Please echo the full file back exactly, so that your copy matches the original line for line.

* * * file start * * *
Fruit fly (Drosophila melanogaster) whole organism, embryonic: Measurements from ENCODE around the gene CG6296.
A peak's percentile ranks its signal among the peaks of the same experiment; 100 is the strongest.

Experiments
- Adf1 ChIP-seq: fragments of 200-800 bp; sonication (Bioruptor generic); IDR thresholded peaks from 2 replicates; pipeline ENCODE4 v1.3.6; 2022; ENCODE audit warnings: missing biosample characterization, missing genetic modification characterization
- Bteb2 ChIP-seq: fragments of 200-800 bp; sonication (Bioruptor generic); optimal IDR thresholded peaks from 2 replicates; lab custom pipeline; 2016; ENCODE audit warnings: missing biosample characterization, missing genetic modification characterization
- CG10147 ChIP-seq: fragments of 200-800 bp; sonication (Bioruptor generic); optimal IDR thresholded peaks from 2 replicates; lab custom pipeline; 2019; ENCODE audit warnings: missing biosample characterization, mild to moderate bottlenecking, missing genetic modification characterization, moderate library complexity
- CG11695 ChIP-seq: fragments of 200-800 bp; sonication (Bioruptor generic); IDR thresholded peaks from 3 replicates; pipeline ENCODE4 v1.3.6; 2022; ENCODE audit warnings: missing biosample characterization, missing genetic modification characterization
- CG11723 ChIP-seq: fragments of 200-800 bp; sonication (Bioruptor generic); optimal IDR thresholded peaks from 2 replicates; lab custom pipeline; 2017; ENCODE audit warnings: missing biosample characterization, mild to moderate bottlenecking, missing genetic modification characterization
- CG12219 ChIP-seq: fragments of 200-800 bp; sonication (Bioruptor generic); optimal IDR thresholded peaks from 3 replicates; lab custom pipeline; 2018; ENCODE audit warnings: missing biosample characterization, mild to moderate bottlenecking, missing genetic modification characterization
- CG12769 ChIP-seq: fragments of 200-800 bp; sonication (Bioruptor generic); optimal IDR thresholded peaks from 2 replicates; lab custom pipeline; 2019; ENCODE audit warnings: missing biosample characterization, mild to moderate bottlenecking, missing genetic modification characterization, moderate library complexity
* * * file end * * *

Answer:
Fruit fly (Drosophila melanogaster) whole organism, embryonic: Measurements from ENCODE around the gene CG6296.
A peak's percentile ranks its signal among the peaks of the same experiment; 100 is the strongest.

Experiments
- Adf1 ChIP-seq: fragments of 200-800 bp; sonication (Bioruptor generic); IDR thresholded peaks from 2 replicates; pipeline ENCODE4 v1.3.6; 2022; ENCODE audit warnings: missing biosample characterization, missing genetic modification characterization
- Bteb2 ChIP-seq: fragments of 200-800 bp; sonication (Bioruptor generic); optimal IDR thresholded peaks from 2 replicates; lab custom pipeline; 2016; ENCODE audit warnings: missing biosample characterization, missing genetic modification characterization
- CG10147 ChIP-seq: fragments of 200-800 bp; sonication (Bioruptor generic); optimal IDR thresholded peaks from 2 replicates; lab custom pipeline; 2019; ENCODE audit warnings: missing biosample characterization, mild to moderate bottlenecking, missing genetic modification characterization, moderate library complexity
- CG11695 ChIP-seq: fragments of 200-800 bp; sonication (Bioruptor generic); IDR thresholded peaks from 3 replicates; pipeline ENCODE4 v1.3.6; 2022; ENCODE audit warnings: missing biosample characterization, missing genetic modification characterization
- CG11723 ChIP-seq: fragments of 200-800 bp; sonication (Bioruptor generic); optimal IDR thresholded peaks from 2 replicates; lab custom pipeline; 2017; ENCODE audit warnings: missing biosample characterization, mild to moderate bottlenecking, missing genetic modification characterization
- CG12219 ChIP-seq: fragments of 200-800 bp; sonication (Bioruptor generic); optimal IDR thresholded peaks from 3 replicates; lab custom pipeline; 2018; ENCODE audit warnings: missing biosample characterization, mild to moderate bottlenecking, missing genetic modification characterization
- CG12769 ChIP-seq: fragments of 200-800 bp; sonication (Bioruptor generic); optimal IDR thresholded peaks from 2 replicates; lab custom pipeline; 2019; ENCODE audit warnings: missing biosample characterization, mild to moderate bottlenecking, missing genetic modification characterization, moderate library complexity